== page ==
WASHINGTON — Pushing deficit concerns aside, Democratic and Republican leaders appeared close to agreement with the White House Wednesday night on emergency tax cuts and benefit increases to jolt the economy out of its slump.

"We'll have more to say tomorrow morning," said House Minority Leader John Boehner. "We're hopeful."

Boehner, R-Ohio, made his remarks exiting his third extended negotiating session of the day with House Speaker Nancy Pelosi, D-Calif., and Treasury Secretary Henry Paulson.

Democratic aides said greater GOP flexibility over giving income tax relief to poor families with children — who would not be eligible under President Bush's tax rebate proposal — had moved the talks forward.

Asked if agreement was near, Pelosi said, "We're moving toward that, but all the issues are not resolved."

Lawmakers learned during the day that the government's deficit already would swell to $250 billion this year because of falling corporate tax revenues — then they signaled they were willing to balloon it higher by more than $100 billion with a stimulus package.

As they met behind closed doors, Wall Street defined volatility, dropping again for most of the day before soaring to a big gain just before closing. The Dow Jones industrials ended the day up just under 300 points.

The federal deficit, which has been dropping in recent years, could reach $379 billion for 2008 — more than twice last year's red ink — once the costs of the economic rescue measures are factored in, said House Budget Committee Chairman John Spratt Jr., D-S.C.

"We should act, and act now, to strengthen the economy ... mindful, however, of the long-term budget challenges, the structural deficits that we face unless we act and act seriously," Spratt said.

President Bush expressed optimism about quick action.

"I'm confident that we can get something done," Bush said in brief comments to reporters. "There's a spirit that says we need to take a fundamentally strong economy and help it."

The economic growth measure would add about $116 billion to the deficit for the budget year ending Oct. 1, according to back-of-the-envelope calculations by Spratt. All sides agree that the stimulus measures should be temporary.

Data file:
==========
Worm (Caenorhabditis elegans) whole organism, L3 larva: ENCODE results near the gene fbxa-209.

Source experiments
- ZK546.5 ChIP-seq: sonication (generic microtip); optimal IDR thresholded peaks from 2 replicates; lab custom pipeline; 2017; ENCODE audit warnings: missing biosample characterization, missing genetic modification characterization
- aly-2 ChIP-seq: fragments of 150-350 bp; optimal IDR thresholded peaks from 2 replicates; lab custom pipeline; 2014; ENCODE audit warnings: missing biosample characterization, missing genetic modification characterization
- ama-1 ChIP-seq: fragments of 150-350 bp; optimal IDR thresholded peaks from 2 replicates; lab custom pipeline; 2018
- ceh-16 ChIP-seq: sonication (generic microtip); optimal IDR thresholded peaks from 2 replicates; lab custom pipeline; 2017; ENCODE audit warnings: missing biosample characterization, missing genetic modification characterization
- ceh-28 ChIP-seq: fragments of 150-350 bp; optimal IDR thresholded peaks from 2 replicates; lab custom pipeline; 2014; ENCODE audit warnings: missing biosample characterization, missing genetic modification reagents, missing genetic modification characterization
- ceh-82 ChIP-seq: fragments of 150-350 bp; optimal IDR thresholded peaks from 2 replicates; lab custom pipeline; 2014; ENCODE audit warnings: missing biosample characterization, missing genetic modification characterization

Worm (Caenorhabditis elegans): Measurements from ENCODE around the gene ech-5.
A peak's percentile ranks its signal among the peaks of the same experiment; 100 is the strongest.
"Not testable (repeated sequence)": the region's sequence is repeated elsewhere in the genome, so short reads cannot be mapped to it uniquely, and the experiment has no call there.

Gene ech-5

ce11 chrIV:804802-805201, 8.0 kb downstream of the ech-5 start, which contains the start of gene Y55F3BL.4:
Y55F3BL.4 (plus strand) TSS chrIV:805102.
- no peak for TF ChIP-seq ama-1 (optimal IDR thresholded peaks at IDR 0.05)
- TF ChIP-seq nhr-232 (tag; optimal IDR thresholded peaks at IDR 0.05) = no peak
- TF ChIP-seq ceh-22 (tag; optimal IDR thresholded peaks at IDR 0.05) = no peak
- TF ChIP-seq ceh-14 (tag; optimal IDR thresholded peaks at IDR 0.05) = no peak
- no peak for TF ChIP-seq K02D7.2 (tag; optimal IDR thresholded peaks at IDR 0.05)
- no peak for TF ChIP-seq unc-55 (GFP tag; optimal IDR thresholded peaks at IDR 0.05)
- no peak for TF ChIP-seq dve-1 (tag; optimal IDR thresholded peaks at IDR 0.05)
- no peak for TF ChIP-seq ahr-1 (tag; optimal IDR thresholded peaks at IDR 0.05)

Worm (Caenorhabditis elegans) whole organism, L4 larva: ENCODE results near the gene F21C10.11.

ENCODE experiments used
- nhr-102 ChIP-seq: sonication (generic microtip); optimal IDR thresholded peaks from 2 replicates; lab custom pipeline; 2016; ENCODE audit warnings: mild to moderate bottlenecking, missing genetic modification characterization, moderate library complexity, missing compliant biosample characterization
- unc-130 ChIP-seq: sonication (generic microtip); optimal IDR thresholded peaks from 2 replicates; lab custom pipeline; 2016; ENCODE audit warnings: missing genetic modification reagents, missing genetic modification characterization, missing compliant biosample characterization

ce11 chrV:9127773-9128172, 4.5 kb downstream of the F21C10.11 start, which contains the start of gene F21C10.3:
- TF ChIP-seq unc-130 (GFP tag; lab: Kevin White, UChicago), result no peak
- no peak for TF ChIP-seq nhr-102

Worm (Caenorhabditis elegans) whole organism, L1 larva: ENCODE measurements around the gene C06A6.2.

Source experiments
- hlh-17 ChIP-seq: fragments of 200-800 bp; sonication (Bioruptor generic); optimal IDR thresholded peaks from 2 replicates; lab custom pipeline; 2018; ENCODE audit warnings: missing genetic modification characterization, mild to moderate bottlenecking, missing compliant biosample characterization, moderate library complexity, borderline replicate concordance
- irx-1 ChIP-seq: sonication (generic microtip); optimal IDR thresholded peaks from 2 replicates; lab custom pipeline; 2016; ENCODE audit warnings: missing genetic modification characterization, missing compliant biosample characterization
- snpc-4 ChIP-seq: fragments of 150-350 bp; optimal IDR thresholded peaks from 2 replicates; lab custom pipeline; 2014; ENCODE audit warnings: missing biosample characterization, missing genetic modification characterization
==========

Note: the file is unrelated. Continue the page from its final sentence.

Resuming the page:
"Whatever we do is going to have a 12-month shelf life," said House Majority Leader Steny Hoyer, D-Md.

Worries about the ailing economy trumped concern over the deficit as top House leaders and Paulson met three times during the day tallying up the cost of various proposals for tax rebates, business tax cuts and benefit increases, including unemployment compensation and food stamps.

Pelosi pressed to make sure tax relief would find its way into the hands of lower-income earners while Boehner pushed to include upper middle-class couples with incomes of up to $130,000 or so, according to congressional aides.

"All of our discussions have been productive and have taken us in a forward direction," Pelosi said as she left an afternoon session with Paulson and Boehner.

"Until there's agreement on the entire package, we have nothing," Boehner cautioned, but he also called the discussions productive.

The rebates are the most costly portion of an emerging $145 billion economic stimulus measure. One option floated by Democrats, said Democratic congressional aides, includes rebates of at least $400 for individuals — distributed to a wide spectrum of workers, including those in lower-income brackets — with couples and people with children receiving more.

Bush backs larger rebates of $800-$1,600, but his plan would miss 30 million working households who earn paychecks but owe no income tax, according to calculations by the Urban Institute-Brookings Institution Tax Policy Center. An additional 19 million households would receive only partial rebates.

Paulson floated the option of making such taxpayers eligible for a refundable child tax credit of $200, said a senior House aide.

Rep. Barney Frank, D-Mass., said negotiators were near an agreement on including an overhaul of the Federal Housing Administration that would make it easier for thousands of homeowners with ballooning interest rates to refinance into federally insured loans.

Both sides also support taking temporary action to allow Fannie Mae and Freddie Mac — government-sponsored companies that are the two biggest U.S. financers and guarantors of home loans — to buy loans much larger than the current $417,000 limit. He said that lending cap might reach as high as $700,000 in areas with the highest home prices.

Frank said Democrats were still pressing for expanding unemployment benefits as well as for more money for food stamps, home heating subsidies and aid to states for their Medicaid programs. But aides familiar with the talks said aid to states and for home heating subsidies were expected to be excluded.

Democrats pressed to extend unemployment benefits for people whose 26 weeks of benefits have run out; Republicans sought to limit such extensions only to states with higher-than-average unemployment rates.

Some lawmakers expressed alarm about the stimulus package more than doubling last year's deficit of $163 billion.

"I am concerned that, in our rush to help, we will talk ourselves into a quick, feel-good hit today that will leave us with a bigger budgetary hangover tomorrow," said Rep. Paul Ryan of Wisconsin, top Republican on the budget panel.

In the Senate, Democratic leader Harry Reed of Nevada and Republican leader Mitch McConnell of Kentucky have agreed to stand back and let the House take the lead in the talks with the administration.

The aim is to have legislation ready for Bush to sign in just a few weeks, lightning speed for tax and spending measures that can take months or even years to win approval.